German history in the 20th century was tumultuous to the say the least and filmmaker Thomas Heise’s family experienced it all. For this epically personal documentary project, the veteran documentarian, who was born in East Berlin and saw his first three films banned by a communist government, unearths a treasure trove of photos, documents, journals and letters from his relatives and ancestors to present the intimate history of an extended family during a century full of conflict.
Split into a series of chapters, Heimat is a Space in Time chronologically charts the relationships and family dynamics of the Heise family tree through the director’s cool, disembodied narration of fragmented everyday passages from journal entries and letters. This is set over a continuing collage of sobering archival imagery, which prompt fluctuating emotions. In one chilling extended sequence, Heise reads out worried correspondence between family members in the lead up to the Holocaust while an endless list of names scheduled for deportation to the camps scrolls slowly on the screen. Elsewhere in a different period, expressions of love and lust are bandied about.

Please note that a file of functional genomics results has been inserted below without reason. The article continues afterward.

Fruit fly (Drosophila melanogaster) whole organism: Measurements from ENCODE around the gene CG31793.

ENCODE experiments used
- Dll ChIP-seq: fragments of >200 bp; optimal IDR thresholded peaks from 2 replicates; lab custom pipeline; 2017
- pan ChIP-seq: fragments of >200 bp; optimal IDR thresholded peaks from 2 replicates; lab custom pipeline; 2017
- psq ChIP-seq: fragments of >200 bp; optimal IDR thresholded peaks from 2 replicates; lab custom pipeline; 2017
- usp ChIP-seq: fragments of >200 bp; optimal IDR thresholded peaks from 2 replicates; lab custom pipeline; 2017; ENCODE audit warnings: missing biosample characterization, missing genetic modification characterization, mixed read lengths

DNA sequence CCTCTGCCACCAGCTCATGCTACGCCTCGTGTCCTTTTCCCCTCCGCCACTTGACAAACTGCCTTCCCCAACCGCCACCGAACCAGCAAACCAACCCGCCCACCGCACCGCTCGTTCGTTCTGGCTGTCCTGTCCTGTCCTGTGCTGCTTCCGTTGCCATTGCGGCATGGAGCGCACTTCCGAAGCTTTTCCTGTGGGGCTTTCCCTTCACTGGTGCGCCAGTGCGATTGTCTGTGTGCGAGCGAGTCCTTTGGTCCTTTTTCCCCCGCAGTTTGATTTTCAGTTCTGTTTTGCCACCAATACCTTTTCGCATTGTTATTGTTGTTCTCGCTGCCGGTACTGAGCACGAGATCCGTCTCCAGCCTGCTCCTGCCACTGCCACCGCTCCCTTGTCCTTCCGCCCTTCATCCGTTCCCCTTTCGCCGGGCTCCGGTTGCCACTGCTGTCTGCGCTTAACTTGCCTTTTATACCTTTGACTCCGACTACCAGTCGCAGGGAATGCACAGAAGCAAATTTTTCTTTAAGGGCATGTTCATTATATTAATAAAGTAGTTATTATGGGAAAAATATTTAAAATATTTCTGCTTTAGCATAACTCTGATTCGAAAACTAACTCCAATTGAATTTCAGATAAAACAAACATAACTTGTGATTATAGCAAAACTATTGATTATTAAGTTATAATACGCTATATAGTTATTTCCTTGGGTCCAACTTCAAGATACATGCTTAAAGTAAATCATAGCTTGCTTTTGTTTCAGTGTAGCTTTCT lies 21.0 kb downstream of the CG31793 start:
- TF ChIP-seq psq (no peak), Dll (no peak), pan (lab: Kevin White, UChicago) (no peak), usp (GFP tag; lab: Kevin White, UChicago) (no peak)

With a runtime of 218 minutes, Heise lets things flow slowly and deliberately. He also juxtaposes his narration with luminous black-and-white footage of the landscapes of today’s Germany, creating striking parallels between the environments we’re seeing and the environments we’re imagining.
I’d be lying if I said this wasn’t a challenging and often difficult film to sit through, but when has modern history not been?